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Validation of the Doubly Labeled Water Method in Growing Precocial Birds: The Importance of Assumptions Concerning Evaporative Water Loss
The doubly labeled water (DLW) method was validated against respiration gas analysis in growing precocial chicks of the black‐tailed godwit and the northern lapwing and it was found that there was no relationship between the relative growth rate of the chick and the relative error of the DLW method.
Quantifying the effect of predators on endangered species using a bioenergetics approach: Caspian terns and juvenile salmonids in the Columbia River estuary
The study was prompted by concern that Caspian tern predation might be a substantial source of mortality to out-migrating juvenile salmonids from throughout the Columbia River basin.
Carrying large fuel loads during sustained bird flight is cheaper than expected
- A. Kvist, Å. Lindström, Martin Green, T. Piersma, G. Visser
- Environmental Science, BiologyNature
- 18 October 2001
The most likely explanation is that the efficiency with which metabolic power input is converted into mechanical output by the flight muscles increases with fuel load, which will influence current models of bird flight and bird migration.
Avian metabolism: Costs of migration in free-flying songbirds
- M. Wikelski, Elisa M. Tarlow, A. Raim, Robert H. Diehl, R. Larkin, G. Visser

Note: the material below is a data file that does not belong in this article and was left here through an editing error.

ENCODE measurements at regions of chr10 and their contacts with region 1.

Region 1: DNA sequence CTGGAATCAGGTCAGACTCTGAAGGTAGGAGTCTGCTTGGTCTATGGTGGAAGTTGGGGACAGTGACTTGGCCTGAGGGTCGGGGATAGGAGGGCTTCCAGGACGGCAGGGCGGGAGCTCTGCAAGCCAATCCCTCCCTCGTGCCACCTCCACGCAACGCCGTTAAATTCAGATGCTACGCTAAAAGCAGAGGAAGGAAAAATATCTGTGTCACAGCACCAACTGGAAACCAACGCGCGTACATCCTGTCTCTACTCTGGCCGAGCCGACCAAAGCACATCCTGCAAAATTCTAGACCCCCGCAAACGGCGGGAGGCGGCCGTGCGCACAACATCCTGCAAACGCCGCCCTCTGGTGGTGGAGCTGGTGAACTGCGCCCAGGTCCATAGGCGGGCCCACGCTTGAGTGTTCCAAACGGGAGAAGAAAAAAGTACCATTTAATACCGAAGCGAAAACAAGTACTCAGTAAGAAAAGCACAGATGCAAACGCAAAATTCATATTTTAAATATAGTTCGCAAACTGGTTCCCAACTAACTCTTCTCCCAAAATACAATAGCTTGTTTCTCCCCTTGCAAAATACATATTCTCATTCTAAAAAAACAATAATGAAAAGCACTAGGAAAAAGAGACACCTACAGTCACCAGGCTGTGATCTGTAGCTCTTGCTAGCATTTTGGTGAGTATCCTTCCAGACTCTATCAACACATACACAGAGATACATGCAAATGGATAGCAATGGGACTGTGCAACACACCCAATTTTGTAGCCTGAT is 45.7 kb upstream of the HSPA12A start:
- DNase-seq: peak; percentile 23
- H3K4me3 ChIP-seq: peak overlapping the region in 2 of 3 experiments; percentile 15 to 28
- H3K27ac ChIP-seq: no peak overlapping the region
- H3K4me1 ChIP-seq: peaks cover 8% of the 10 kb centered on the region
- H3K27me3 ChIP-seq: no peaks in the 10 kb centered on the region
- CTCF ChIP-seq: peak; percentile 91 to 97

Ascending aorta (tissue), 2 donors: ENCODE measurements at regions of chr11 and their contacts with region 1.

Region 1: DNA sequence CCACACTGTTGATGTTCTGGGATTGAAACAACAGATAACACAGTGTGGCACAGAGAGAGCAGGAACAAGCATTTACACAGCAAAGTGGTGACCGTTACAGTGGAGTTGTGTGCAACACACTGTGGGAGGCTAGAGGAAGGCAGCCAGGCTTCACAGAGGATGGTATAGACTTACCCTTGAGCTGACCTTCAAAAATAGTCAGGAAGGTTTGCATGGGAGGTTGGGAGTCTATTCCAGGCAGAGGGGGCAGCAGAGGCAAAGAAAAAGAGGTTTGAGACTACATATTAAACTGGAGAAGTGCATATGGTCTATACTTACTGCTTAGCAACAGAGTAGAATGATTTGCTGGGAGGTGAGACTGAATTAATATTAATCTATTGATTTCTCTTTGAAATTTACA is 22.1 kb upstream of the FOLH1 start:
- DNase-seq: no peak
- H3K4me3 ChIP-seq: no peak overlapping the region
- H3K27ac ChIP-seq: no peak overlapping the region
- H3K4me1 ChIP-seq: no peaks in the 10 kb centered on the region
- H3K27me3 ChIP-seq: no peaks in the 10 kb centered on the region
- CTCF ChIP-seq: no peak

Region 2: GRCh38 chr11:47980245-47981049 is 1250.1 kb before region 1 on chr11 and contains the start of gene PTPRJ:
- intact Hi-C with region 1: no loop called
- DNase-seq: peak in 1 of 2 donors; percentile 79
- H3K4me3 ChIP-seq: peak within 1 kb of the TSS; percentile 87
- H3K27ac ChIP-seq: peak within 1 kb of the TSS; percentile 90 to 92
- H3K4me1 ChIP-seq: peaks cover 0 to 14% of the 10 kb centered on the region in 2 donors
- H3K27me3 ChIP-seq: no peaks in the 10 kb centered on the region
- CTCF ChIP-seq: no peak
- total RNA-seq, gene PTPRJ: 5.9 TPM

- Environmental ScienceNature
- 12 June 2003
The results confirm the counterintuitive prediction that songbirds expend double the amount of energy during stopovers that they spend on flight over their entire migration.
The emergence of fetal behaviour. II. Quantitative aspects.
Fuel use and metabolic response to endurance exercise: a wind tunnel study of a long-distance migrant shorebird.
- S. Jenni-Eiermann, L. Jenni, A. Kvist, Å. Lindström, T. Piersma, G. Visser
- BiologyJournal of Experimental Biology
- 15 August 2002
The relationships between energy expenditure, body mass loss and metabolic pattern suggest that a higher individual energy expenditure entails a higher rate of catabolism of both lipids and protein and not a shift in fuel substrate.
Compensation in resting metabolism for experimentally increased activity
- C. Deerenberg, G. Overkamp, G. Visser, S. Daan
- BiologyJournal of Comparative Physiology □ B
- 8 October 1998
Surprisingly, the daily energy budget was, on average, reduced slightly when birds were subjected to a high workload, and the strategy of energetic compensation observed during the night was extended into the inactive hours of the day.
The Energetic Cost of Feather Synthesis Is Proportional to Basal Metabolic Rate
It was concluded that neither diet nor latitudinal constraints alone could explain the differences found between species, and the tight association of Cf and BMRm between species suggests that feather production costs include more than the costs for keratin synthesis: they mainly consist of costs of maintaining tissues necessary for feather production.
Breast milk and energy intake in exclusively, predominantly, and partially breast-fed infants
There was no evidence that breast milk was replaced by water, tea or juice in PBF compared to EBF infants, and the energy intake in BF+CM/FM infants tended to be 20% above the latest recommendations (1996) for breast-fed and 9% above those for formula-fed infants.
ENERGY AND WATER BUDGETS OF LARKS IN A LIFE HISTORY PERSPECTIVE: PARENTAL EFFORT VARIES WITH ARIDITY
The hypothesis that decreasing food and water availability favor lower energy and water requirements of parents and young, reduced growth rates, and smaller clutch sizes with increasing aridity is supported.